Home' Trinidad and Tobago Guardian : December 22nd 2015 Contents A27
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Iranian hackers penetrated the
computers controlling a dam near
New York, reveals the Wall Street
The 2013 attack did no damage but
revealed information about how com-
puters running the flood control sys-
tem worked, said the paper.
Hackers working for nation states
regularly hit national infrastructure
targets, said a separate AP report.
About 12 times in the last decade
hackers have won high-level access to
power networks, it said.
Extensive information about the
Bowman Avenue dam in Rye, New
York state was taken by the hackers,
experts familiar with the incident told
An investigation pointed to Iran as
the likely source of the attack and
alerted US authorities to the signifi-
cant cyber warfare capabilities of that
nation, said the report The same
group of hackers that attacked Bow-
man Avenue was also implicated in
separate attacks on three US financial
firms, it added.
The US power network has also
come under regular attack by "so-
phisticated foreign hackers" said AP
in an extensive investigation. (BBC)
Iranian hackers 'targeted' New York dam
"One Christmas Eve day, when
I was just ten years old, I came
home from flying my kite outside,
and I saw the wine my mother had
just finished bottling, and I poured
a quarter glass into a tumbler, and
drank it straight down---soon after
that, the house was spinning! I got
drunk. I went straight to bed at 10
am and didn t get back up until 2
pm that afternoon," recalled Carlton
Campbell of Parlatuvier, Tobago,
with a chuckle.
Campbell has grown up some
since those days, and knows how to
savour wine in more measured ways.
But he still has fond memories of
his mother making Christmas wine
in their home on Tobago s north
coast. As a teenager, he d often help
her by collecting fruits like pomme
cythere for the wine.
"She made wine for Christmas
and the Parlatuvier Harvest festival
in January. She would start making
from August, enough for the two
festivals," he remembers.
Wine-making from our own trop-
ical fruits has long been practiced
in T&T among rural communities
of all ethnicities. We talked to two
small scale commercial winemakers,
Carlton Campbell and Veronica
Romany, to see what they are offer-
ing this Christmas, and how they
got into the craft.
Campbell's Taste of Tobago
Carlton Campbell said he s proud
to continue his mother s tradition
of wine making. Although his sig-
nature product is dasheen root wine
under the label A Taste of Tobago,
this enterprising Tobagonian also
makes hot and pimento pepper
sauces, and bakes up quite a storm
to boot---he makes pumpkin bread,
and many other flavours, including
dasheen, cassava, corn, and spinach
bread. He d often bake in the tradi-
tional, community clay oven in Par-
latuvier on weekends, until the oven
was dismantled earlier this year. He
now plans to set up his own clay
But his wine is what he s most
proud of. "My dasheen wine has a
medium dry, smooth, romantic
flavour," he said in a recent interview
with the Guardian. His other flavours
this Christmas include aniseed wine,
hibiscus white wine, and a special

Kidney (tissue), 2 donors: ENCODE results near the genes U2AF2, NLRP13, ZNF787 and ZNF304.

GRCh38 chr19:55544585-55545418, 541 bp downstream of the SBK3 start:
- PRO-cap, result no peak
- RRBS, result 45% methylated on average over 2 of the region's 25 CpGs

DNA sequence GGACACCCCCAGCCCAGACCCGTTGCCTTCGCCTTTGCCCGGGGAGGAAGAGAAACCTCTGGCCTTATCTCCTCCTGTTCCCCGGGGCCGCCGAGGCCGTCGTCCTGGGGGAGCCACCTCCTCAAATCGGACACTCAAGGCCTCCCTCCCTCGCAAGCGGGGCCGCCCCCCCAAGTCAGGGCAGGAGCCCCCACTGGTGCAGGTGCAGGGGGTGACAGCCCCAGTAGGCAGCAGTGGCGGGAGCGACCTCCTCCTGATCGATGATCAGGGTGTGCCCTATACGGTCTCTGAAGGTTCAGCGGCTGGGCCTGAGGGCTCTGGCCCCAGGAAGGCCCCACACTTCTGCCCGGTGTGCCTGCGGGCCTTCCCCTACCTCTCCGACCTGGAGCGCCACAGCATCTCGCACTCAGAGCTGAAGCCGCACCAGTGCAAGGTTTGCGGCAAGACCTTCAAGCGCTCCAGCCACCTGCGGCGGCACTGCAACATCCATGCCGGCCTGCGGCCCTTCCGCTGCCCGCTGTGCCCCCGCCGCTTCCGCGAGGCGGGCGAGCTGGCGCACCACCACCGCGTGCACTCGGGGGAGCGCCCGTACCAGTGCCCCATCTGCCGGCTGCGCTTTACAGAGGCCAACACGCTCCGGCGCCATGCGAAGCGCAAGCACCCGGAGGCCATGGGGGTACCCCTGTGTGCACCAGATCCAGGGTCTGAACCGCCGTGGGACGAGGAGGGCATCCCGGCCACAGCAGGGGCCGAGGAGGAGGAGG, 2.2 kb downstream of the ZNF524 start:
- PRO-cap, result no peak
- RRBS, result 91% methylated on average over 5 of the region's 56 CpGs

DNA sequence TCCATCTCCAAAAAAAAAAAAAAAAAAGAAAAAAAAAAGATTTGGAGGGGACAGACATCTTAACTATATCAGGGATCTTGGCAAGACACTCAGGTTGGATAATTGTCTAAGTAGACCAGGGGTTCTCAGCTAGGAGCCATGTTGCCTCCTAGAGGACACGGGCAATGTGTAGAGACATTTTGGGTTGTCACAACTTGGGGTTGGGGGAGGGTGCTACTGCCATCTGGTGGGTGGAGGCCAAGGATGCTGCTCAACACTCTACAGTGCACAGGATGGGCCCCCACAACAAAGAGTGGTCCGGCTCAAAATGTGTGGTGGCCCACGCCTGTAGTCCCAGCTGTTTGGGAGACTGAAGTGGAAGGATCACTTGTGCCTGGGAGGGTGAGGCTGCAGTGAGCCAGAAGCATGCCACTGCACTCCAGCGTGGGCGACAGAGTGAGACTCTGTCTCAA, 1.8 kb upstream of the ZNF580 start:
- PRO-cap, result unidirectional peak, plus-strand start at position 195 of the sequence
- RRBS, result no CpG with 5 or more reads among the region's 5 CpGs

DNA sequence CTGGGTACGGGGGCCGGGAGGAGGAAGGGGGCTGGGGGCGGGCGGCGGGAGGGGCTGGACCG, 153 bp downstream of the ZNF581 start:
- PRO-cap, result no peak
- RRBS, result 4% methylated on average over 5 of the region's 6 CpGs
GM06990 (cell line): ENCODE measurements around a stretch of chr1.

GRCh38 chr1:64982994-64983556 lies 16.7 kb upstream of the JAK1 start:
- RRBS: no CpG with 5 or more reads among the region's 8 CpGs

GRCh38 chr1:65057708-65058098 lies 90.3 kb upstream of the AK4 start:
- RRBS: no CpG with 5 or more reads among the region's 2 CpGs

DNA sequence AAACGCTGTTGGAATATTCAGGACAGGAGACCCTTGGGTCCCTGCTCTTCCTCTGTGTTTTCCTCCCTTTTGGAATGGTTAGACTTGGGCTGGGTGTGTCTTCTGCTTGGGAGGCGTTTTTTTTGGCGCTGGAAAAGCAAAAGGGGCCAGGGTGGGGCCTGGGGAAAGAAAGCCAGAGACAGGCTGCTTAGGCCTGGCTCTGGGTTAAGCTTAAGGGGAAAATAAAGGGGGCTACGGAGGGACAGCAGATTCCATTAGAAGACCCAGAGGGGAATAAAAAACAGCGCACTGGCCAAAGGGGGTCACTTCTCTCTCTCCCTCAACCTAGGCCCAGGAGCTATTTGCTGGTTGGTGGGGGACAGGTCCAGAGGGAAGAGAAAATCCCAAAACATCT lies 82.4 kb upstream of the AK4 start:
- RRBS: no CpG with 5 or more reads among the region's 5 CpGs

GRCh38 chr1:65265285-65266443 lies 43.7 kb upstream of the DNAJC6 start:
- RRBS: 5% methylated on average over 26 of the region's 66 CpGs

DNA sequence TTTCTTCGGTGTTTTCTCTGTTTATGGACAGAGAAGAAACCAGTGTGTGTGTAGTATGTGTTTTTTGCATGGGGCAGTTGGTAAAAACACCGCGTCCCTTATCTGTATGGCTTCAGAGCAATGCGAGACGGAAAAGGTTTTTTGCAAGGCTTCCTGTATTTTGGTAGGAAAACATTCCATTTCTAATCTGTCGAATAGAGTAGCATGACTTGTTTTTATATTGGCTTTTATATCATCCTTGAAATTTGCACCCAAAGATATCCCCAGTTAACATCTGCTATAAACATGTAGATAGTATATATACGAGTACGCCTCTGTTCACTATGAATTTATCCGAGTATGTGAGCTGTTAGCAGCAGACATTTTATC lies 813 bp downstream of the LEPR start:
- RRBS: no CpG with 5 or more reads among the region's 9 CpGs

fruit blend he calls Mom s, as well
as bay leaf wine, of which he said:
"My bay leaf wine is golden-brown,
coloured like Napolean brandy; it
tastes succulent---it s not sweet, but
more like a mix of aromatic spices.
Nigerians in Tobago really love it!"
He credited his neighbour Bridget
Horsford with getting him started---
five years ago, she suggested he reg-
ularly make dasheen wine for Toba-
go s annual Blue Food Festival.
"At that time I was making a little
bucket of wine here and there, but
nothing commercial. I was making
cassava, bay leaf, jamoon, and plan-
tain wine. And Mrs Horsford encour-
aged me. She showed me how to do
it. And now, for the Blue Food Fes-
tival, I make mainly dasheen wine,
but also sweet potato, aniseed, bay
leaf, garlic wine, and Mom s fruit
wine in honour of my mother, from
To upgrade his skills, Campbell
took a weekend winemaking course
in Parlatuvier organised by the village
council in 2010. He is also grateful
for a grant from the THA to help
him improve his product.
"You have to experiment with
dasheen wine to get a good taste,"
he commented. "Some dasheen roots
have a different flavour from others,
depending on if they grew in
swampy ground or on drier land---
that affects taste."
Campbell initially ferments his
wines for up to 21 days. After that,
he "racks" the "must" ("must" is
the pressed juice, with skins, seeds,
stems and other solids still in it).
Racking means to siphon the wine
from one container to another, to
leave the sediment behind, and is a
vital part of wine-making. Wines
may be racked several times, to clar-
Campbell then adjusts the taste.
He said if you leave it be, you ll make
a dry wine, but if you add sugar or
your own home-made sugary syrup,
the wine will be sweet.
Finally, he ages the wine, to
improve its taste.
"You must select the best products
to begin with. You must have the
judgement to know how long to age
your wines. All my wines are bottled
after being aged for a year and six
months," said Campbell.
Paramin Wine by Romany
Meanwhile, across the sea in
Trinidad, in the high Paramin hills,
Veronica Romany also enjoys making
her own wines, and years ago, grad-
uated from recreational home brews
to her own small scale commercial
This Christmas, she has grapefruit,
sorrel, jamoon, five fingers, and a
cane and guava blend of wines for
sale. She makes wine from any local
fruit she can get her hands on, she
She also makes mango wines for
the annual Mango Festival in July.
• Continues on Page A28
Sweet potato and dasheen wines made by Carlton Campbell of Parlatuvier,
Carlton Campbell, from
with some of his Taste
of Tobago wine.
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